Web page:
More Killer whales

Three distinct types of killer whale, or orcas, can be found in the Antarctic, each with a different habitat and diet preference. One type of orca preys almost exclusively on the Antarctic minke...
Many animals depend on their eyes to navigate, find food, locate mates, and for other important activities. But marine mammals often rely on sound—sometimes far more than sight—for such critical...
The false killer whale (pdf) ( Pseudorca crassidens ) is a large dolphin that, despite its name, is not closely related to the killer whale. Instead, it's named for similarities in their skull shapes...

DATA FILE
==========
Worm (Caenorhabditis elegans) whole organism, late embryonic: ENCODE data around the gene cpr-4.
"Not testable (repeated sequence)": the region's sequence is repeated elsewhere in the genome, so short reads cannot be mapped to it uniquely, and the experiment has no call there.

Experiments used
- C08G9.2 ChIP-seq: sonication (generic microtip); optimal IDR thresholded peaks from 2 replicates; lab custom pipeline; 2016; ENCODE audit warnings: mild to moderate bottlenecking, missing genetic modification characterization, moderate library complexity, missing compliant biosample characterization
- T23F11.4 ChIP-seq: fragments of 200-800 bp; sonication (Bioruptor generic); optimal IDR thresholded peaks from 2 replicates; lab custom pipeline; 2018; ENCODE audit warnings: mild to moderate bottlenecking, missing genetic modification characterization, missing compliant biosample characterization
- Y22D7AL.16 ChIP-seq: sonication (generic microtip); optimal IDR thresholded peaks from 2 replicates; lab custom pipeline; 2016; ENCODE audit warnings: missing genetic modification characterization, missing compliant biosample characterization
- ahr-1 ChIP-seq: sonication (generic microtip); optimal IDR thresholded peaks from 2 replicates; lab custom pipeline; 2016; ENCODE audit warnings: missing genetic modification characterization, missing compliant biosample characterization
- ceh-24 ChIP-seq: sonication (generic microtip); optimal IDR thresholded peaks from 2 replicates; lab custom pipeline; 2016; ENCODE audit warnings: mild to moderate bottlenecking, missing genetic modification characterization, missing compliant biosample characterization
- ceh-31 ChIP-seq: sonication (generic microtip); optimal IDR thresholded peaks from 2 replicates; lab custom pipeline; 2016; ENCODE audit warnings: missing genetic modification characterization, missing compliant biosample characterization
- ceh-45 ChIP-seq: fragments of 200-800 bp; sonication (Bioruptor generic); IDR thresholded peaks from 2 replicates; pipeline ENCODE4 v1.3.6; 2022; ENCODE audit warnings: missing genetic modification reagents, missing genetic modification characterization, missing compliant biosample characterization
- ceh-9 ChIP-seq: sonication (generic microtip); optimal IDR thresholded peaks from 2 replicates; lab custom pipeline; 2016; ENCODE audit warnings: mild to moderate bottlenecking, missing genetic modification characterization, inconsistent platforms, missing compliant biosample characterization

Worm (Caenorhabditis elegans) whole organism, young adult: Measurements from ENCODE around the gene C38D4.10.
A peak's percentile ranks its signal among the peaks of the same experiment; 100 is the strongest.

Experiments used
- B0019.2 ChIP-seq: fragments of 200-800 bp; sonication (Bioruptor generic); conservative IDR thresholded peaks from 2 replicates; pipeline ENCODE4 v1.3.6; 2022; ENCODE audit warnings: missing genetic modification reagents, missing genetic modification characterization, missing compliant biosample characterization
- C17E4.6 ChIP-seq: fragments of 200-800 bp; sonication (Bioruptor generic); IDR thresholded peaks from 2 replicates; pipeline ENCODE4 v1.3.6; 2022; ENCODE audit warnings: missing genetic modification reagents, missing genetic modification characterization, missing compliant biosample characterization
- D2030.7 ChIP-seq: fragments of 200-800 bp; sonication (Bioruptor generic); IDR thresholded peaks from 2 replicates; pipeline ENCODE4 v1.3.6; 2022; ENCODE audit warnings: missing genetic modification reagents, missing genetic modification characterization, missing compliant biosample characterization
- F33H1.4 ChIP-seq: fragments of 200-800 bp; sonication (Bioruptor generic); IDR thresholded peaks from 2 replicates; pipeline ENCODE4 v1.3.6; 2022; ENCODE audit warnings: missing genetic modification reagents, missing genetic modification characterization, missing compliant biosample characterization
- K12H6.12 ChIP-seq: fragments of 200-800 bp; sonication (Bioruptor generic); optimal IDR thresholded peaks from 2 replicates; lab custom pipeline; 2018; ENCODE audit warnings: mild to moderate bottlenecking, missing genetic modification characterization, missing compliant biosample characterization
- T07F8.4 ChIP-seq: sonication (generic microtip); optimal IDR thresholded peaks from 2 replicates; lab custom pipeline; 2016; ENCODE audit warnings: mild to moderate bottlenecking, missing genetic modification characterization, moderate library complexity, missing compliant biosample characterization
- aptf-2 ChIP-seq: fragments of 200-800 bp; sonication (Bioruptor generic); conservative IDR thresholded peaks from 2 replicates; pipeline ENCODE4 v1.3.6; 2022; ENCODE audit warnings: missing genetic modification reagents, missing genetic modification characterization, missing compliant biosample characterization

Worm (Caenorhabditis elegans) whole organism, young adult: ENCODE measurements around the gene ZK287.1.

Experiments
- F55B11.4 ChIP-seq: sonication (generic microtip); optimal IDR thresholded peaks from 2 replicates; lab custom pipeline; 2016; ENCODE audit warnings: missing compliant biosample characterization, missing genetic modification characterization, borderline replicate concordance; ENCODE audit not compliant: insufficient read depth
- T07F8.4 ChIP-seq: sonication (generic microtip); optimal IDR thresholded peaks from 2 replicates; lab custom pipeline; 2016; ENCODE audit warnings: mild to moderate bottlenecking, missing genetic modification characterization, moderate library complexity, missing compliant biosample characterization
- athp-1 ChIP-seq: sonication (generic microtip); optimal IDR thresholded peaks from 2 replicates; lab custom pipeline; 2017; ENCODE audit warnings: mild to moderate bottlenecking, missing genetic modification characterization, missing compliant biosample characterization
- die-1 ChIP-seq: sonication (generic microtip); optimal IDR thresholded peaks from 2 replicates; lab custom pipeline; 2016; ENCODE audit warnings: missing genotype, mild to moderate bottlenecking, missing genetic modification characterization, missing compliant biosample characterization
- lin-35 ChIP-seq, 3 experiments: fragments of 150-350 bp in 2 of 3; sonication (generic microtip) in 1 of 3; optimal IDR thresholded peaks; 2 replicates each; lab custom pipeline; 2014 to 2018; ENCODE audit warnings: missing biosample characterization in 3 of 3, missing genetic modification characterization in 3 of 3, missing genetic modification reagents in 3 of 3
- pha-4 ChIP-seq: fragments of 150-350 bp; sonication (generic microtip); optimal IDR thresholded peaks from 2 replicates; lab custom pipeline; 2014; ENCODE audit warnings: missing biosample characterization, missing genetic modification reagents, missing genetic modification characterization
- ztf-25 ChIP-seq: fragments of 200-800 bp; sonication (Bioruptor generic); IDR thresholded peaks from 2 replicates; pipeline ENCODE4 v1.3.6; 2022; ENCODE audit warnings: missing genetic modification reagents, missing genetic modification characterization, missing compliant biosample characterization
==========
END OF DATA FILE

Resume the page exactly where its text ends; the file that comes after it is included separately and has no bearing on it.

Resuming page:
Killer whales ( Orcinus orca ) are master hunters, using speed, camouflage, and a variety of techniques to capture their prey. See how a different predator - the great white shark - finds its prey in...
Killer whales ( Orcinus orca ) have something in common with humans: early menopause. Read Smithsonian marine scientist Nancy Knowlton's blog post to find out more.
Travel to the ends of the earth—literally—and discover the polar ocean basins. Both the Arctic Ocean and the Southern Ocean are defined by ice and dramatic shifts between endless day and endless...
Researchers from the SOCAL-10 research partnership study the behavior of orcas (commonly called killer whales) and how they react to sonar. Read more in a blog post from one of the researchers.
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